Thursday, October 27, 2011

Craft Tutorial: Easy Embellished Felt Tiara

My girls took a while to decide what they wanted to be for Halloween this year. So here I am, scrambling at the last minute! They finally decided to be a Princess and a Fairy. Last year, they were butterflies so Sarah (who will be the Fairy) will wear her wings again. But they did not want to wear the butterfly antenna tiaras that Mama slaved over last year! Time for some new tiaras.

Embellished Felt Crown

This time, I made them little felt crowns. Thank goodness, they quickly decided on what types of embellishments they wanted…Sarah wanted butterflies, fitting for a fairy, and Sophie wanted flowers, which she said is what princesses like.

EmbellishedFeltCrown

SophieSarah2

SophieSarah1 

This Easy Embellished Felt Tiara Tutorial is really simple and quick, perfect for mamas of indecisive princesses and fairies.

Supplies

EmbellishedFeltCrown1

  • Felt in many colors
  • Template for crown
  • Headband
  • Fusible webbing like Steam-a-Seam2
  • Ruler
  • Pencil
  • Disappearing ink pen
  • Scissors
  • Glue gun
  • Plus iron, ironing board, sewing machine and thread

Directions

The crown piece will be made by cutting a mirror image of the crown along the bottom edge. At that point it will wrap around the headband, and the two mirror images of the crown will adhere on top of each other with the fusible webbing.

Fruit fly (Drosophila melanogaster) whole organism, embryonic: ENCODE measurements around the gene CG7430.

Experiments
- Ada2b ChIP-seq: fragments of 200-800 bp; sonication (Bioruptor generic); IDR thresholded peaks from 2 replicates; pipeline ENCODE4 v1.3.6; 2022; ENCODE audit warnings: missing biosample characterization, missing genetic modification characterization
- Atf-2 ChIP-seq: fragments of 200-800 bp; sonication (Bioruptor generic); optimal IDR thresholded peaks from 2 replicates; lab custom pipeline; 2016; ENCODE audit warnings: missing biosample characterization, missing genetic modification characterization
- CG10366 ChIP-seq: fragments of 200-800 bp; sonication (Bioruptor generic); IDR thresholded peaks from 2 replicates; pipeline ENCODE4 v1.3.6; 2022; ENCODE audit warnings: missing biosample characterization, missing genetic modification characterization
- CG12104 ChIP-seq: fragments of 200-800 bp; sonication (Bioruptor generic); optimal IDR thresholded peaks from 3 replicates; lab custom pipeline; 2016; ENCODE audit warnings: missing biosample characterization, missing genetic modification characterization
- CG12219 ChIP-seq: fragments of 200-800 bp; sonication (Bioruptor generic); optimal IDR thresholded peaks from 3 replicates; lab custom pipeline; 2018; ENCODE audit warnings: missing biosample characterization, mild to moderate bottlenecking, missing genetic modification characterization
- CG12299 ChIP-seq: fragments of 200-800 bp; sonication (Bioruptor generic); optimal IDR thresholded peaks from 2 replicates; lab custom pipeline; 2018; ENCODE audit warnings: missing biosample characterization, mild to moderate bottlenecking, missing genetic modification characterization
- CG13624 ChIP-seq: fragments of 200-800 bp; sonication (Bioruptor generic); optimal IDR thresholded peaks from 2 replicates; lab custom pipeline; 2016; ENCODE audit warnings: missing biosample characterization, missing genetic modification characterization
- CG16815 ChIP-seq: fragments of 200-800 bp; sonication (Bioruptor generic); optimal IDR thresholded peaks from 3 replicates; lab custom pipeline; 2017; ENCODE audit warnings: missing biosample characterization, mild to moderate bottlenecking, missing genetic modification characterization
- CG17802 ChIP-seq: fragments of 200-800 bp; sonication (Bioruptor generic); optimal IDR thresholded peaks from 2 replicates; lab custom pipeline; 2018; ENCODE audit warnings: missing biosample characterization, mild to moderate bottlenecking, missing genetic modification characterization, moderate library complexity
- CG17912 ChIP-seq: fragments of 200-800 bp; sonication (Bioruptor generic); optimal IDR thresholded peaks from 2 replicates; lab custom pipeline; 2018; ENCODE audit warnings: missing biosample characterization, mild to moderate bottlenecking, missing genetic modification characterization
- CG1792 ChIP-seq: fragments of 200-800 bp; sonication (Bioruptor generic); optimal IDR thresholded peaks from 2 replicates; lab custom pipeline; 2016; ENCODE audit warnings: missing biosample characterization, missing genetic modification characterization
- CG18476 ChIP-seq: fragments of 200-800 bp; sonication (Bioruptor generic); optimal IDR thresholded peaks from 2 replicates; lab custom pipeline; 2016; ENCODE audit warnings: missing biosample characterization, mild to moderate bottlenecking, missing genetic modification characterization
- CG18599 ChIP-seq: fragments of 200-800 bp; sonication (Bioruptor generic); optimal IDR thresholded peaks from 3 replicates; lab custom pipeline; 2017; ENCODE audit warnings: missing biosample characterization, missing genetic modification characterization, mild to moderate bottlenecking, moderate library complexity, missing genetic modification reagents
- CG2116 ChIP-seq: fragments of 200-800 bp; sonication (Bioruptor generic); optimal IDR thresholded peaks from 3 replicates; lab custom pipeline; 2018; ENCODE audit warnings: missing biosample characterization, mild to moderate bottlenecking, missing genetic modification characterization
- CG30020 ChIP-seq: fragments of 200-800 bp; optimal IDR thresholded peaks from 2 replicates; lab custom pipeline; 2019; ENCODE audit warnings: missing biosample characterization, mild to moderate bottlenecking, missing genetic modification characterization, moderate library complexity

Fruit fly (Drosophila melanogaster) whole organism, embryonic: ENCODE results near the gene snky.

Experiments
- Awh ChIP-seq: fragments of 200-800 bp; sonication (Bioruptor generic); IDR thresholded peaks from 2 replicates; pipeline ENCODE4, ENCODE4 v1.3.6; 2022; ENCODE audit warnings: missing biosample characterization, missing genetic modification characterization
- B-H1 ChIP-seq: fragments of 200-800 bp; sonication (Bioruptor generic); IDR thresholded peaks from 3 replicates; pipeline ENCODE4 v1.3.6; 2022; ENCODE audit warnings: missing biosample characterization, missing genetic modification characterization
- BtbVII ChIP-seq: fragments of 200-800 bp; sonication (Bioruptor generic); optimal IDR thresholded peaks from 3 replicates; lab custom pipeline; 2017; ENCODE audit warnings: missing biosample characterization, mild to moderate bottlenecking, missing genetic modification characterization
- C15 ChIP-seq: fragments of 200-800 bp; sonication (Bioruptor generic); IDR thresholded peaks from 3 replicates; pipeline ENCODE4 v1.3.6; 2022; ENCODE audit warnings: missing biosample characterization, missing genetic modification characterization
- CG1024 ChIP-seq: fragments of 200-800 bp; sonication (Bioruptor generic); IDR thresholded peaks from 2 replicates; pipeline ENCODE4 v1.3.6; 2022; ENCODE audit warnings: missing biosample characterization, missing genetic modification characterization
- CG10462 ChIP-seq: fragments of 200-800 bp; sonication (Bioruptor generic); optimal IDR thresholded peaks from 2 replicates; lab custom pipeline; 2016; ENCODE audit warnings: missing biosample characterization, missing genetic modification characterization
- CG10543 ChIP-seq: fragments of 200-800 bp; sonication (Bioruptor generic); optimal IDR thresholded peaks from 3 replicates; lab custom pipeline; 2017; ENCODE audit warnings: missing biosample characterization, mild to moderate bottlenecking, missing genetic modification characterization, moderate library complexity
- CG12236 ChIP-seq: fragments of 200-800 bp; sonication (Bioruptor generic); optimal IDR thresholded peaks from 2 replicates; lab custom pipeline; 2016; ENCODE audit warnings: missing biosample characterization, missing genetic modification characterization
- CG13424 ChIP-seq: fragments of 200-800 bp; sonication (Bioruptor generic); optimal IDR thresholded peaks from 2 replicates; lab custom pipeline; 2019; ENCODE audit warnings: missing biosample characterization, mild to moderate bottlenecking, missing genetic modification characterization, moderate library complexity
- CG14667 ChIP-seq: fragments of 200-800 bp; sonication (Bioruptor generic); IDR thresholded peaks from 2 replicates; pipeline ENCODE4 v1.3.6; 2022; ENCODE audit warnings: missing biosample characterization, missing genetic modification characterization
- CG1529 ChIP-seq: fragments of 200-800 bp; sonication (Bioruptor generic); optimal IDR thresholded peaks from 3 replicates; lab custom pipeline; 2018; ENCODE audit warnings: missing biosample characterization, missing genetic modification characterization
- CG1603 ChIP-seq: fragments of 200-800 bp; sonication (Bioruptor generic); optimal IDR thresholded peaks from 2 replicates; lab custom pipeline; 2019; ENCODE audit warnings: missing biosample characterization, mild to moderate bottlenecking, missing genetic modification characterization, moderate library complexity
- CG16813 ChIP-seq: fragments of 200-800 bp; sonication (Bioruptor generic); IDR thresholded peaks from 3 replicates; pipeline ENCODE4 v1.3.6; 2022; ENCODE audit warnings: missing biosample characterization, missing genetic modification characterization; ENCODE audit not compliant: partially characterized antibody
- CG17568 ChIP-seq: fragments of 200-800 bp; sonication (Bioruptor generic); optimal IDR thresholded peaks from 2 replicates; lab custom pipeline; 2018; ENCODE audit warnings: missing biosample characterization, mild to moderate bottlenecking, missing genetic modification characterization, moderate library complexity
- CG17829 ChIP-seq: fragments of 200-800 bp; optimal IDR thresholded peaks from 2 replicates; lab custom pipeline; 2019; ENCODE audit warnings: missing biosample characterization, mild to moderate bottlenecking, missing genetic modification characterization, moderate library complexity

Draw out a template for the crown. I just made it proportionate for my girls…not too tall, not too wide. Add a little bit of height at the bottom edge, for the part that wraps around the headband.

Then, fold a piece of felt and put the bottom edge of the crown along the fold. Trace the crown onto the felt with the disappearing ink pen, and cut through both layers on the fold. Set aside.

DSC_0986 

EmbellishedFeltCrown3

Now cut out the fusible webbing to adhere the two layers together. We want to leave room to insert the headband i.e. we don’t want the fold part to adhere, so we want the webbing to be shorter than the felt crown. Fold back the bottom edge about 1/2 an inch, trace the crown onto one of the paper layers of the webbing with a pencil and cut out just inside of your trace line (we also want it smaller than the felt crown, so it’s not sticking out of the felt, and you don’t get goo on your iron.

EmbellishedFeltCrown4

There are two layers of paper on each side of the webbing. Peel off the one that is looser than the other, and place it webbing side down onto one side of the crown.

EmbellishedFeltCrown5

Grab your felt crown piece and open it up. Press down the exposed side of the webbing with your hand, so it sticks.

EmbellishedFeltCrown6

Carefully peel off the other paper layer.

EmbellishedFeltCrown7

Fold the crown piece back up so the two crown layers match up.

DSC_0006

Following the directions of the Steam-A-Seam2, press with your iron. The webbing also provides some stiffness to the crown.

EmbellishedFeltCrown9 

Because the webbing was cut shorter at the bottom, you’re left with a loop at the bottom to slide in your headband.

EmbellishedFeltCrown10

EmbellishedFeltCrown11

Try it on, if the princess and fairy are willing.

EmbellishedFeltCrown12 EmbellishedFeltCrown13